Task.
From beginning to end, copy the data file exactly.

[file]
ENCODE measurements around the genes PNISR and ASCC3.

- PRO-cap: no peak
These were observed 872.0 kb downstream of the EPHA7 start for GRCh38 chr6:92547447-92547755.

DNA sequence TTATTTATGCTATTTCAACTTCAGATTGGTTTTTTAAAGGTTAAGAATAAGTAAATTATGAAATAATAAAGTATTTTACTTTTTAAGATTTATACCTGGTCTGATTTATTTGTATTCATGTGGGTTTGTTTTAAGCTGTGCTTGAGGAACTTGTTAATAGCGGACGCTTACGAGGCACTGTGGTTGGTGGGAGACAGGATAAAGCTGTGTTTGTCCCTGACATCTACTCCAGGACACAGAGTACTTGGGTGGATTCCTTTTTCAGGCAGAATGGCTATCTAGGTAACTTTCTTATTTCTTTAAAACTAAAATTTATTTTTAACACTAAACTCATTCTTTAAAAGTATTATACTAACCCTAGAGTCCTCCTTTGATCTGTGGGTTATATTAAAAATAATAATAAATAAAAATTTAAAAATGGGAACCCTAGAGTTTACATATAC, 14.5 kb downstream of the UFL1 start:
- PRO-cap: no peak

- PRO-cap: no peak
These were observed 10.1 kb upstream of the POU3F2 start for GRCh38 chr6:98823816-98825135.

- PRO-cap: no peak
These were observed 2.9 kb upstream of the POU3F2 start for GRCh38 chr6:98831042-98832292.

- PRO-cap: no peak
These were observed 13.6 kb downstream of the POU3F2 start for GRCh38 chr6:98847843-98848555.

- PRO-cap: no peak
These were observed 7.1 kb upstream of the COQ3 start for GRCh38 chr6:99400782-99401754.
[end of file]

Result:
ENCODE measurements around the genes PNISR and ASCC3.

- PRO-cap: no peak
These were observed 872.0 kb downstream of the EPHA7 start for GRCh38 chr6:92547447-92547755.

DNA sequence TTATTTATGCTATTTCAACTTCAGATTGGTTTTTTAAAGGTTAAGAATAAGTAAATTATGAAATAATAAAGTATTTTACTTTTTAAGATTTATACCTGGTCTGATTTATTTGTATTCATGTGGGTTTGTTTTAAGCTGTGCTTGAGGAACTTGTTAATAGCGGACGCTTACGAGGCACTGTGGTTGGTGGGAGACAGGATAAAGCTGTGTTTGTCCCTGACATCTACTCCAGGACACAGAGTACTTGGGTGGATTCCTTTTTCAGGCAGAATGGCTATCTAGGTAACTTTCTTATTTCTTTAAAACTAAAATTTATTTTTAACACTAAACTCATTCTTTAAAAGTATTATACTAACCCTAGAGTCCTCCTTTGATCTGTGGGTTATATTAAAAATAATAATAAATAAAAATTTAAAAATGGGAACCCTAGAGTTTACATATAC, 14.5 kb downstream of the UFL1 start:
- PRO-cap: no peak

- PRO-cap: no peak
These were observed 10.1 kb upstream of the POU3F2 start for GRCh38 chr6:98823816-98825135.

- PRO-cap: no peak
These were observed 2.9 kb upstream of the POU3F2 start for GRCh38 chr6:98831042-98832292.

- PRO-cap: no peak
These were observed 13.6 kb downstream of the POU3F2 start for GRCh38 chr6:98847843-98848555.

- PRO-cap: no peak
These were observed 7.1 kb upstream of the COQ3 start for GRCh38 chr6:99400782-99401754.